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Japanese Immigrants

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Introduction
As you know, Japanese immigrants have voyaged a lengthy way at sea making them probably feel a bit uneasy about arriving somewhere they had no knowledge of and how the living style was going to be for them. Of course hearing about all the luxurious things like wealth, jobs, etc. They headed toward what they thought would be a better lifestyle for them since things weren’t going so good in Japan. In order to get to their destination, they journeyed together. They set sail after they arrived, wanting the best for their children and finding a job to support them.
Shortly after arriving, discrimination was a huge issue for the Japanese immigrants they were never truly accepted by the United States for not being loyal, and after the
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Moreover, railroads aided the first generation of immigrants known as Issei. As known, the Japanese immigrants started to work in the field of constructing railroads. “By 1907, they have comprised about 40 percent of Oregon’s total railroad labor force”. In result, they demanded a higher pay from all consumers.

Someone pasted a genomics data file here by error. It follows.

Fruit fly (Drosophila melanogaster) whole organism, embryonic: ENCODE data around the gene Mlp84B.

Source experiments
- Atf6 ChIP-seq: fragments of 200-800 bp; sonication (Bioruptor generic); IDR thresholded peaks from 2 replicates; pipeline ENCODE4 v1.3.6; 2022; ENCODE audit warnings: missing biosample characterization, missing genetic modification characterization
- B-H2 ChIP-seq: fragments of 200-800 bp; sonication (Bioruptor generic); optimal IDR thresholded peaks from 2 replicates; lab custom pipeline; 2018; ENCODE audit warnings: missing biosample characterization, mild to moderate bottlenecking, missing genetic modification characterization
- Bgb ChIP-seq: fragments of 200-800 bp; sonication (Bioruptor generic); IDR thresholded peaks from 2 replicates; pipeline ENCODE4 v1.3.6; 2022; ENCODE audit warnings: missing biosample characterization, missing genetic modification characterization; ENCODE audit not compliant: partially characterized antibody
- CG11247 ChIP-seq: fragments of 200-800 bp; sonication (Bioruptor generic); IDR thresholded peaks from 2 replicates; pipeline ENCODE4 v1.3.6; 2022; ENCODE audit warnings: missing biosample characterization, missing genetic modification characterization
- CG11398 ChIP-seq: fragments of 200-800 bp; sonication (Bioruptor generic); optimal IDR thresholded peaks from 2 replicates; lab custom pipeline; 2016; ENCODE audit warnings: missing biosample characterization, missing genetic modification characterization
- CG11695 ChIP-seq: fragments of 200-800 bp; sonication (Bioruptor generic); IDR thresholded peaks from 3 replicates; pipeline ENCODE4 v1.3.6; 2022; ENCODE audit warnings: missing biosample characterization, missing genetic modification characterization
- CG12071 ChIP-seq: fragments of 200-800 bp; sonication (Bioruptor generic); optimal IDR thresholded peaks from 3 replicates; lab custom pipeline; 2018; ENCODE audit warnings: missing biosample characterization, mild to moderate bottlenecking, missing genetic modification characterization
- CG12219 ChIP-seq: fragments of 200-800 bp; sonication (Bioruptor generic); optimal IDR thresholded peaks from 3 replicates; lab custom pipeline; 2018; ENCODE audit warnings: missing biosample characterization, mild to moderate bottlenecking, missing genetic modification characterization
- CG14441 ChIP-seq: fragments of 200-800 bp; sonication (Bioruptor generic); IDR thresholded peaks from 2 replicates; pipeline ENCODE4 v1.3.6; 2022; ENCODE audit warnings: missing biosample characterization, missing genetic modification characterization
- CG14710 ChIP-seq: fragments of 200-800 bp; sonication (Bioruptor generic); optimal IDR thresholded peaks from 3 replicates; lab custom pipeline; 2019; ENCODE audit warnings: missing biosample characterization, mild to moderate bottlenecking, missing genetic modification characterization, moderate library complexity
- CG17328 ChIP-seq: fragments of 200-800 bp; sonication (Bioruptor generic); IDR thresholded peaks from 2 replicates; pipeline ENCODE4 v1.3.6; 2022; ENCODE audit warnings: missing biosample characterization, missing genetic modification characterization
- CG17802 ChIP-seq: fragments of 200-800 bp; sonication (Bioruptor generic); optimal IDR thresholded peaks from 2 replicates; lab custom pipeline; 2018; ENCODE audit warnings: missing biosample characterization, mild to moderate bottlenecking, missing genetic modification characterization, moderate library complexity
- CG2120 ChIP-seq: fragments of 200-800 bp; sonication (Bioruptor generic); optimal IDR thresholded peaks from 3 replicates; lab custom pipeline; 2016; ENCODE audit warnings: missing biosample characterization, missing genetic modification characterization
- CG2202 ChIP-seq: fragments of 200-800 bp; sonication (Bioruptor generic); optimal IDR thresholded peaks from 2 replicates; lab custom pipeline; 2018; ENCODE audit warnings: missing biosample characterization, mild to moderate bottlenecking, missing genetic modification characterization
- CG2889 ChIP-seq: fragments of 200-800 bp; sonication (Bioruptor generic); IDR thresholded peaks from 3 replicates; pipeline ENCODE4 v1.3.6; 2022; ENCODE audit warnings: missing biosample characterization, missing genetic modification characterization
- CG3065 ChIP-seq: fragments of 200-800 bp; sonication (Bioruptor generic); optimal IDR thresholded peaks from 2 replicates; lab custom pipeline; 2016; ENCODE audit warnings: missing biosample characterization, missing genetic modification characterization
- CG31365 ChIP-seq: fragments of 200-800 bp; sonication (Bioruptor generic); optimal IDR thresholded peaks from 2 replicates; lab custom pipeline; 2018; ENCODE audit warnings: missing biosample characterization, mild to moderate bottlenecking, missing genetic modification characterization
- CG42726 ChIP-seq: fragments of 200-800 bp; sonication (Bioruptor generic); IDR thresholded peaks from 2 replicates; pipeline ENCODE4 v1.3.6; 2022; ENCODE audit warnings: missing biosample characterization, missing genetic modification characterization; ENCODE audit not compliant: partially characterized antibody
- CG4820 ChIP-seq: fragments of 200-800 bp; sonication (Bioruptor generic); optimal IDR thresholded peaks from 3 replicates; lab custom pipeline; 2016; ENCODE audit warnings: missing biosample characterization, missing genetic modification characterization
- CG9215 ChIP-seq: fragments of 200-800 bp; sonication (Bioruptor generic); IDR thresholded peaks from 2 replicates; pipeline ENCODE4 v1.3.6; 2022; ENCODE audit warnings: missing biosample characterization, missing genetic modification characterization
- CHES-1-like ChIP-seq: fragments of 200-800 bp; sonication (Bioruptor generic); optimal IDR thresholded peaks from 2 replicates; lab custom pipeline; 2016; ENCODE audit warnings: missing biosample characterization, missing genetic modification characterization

During, this time the sugar beet industry has also started competing for their labor. Just to mention, Portland provided many things that were able to help most immigrants like wealth, jobs, etc. Later then, Japanese immigrants built churches (Buddhist and Methodist) and associations related to their culture. In the meantime, in the early 1900’s the states Utah and Idaho recruited the immigrants to work in farms. A few years later the Japanese traveled to the Northwest trying to find new labor and had the thought of having their, own farms. Issei had lots of farming experience so they thought it would help bring them up the economic ladder. Discrimination took a whole new turn towards the Japanese immigrants that they had to find land to lease to gain more autonomy over their
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Roosevelt signed the Executive Order 9066. On December 17, 1944, U.S. Major General Henry C. Pratt issued Public Proclamation No. 21, declaring that effective January 2, 1945, Japanese-American “evacuees” from the West Coast could return to their homes. During the course of World War II, 10 Americans were convicted of spying for Japan, but not one of them was of Japanese ancestry. In 1988, President Ronald Reagan signed a bill to recompense each surviving internee with a tax-free check for $20,000 and an apology from the U.S. government. After Japan bombed Pearl Harbor in December 1941, rumors spread, fueled by race prejudice, of a plot among Japanese-Americans to sabotage the war
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